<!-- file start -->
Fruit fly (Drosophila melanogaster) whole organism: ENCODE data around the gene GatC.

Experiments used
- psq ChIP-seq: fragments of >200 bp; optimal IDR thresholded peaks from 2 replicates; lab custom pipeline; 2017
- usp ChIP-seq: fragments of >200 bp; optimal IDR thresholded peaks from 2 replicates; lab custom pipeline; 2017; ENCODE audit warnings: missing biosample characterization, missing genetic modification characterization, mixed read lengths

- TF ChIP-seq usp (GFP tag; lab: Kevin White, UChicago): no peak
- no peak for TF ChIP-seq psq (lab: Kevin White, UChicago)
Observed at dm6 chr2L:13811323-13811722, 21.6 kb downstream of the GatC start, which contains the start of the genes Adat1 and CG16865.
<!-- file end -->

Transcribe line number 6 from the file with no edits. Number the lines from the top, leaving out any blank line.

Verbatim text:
- no peak for TF ChIP-seq psq (lab: Kevin White, UChicago)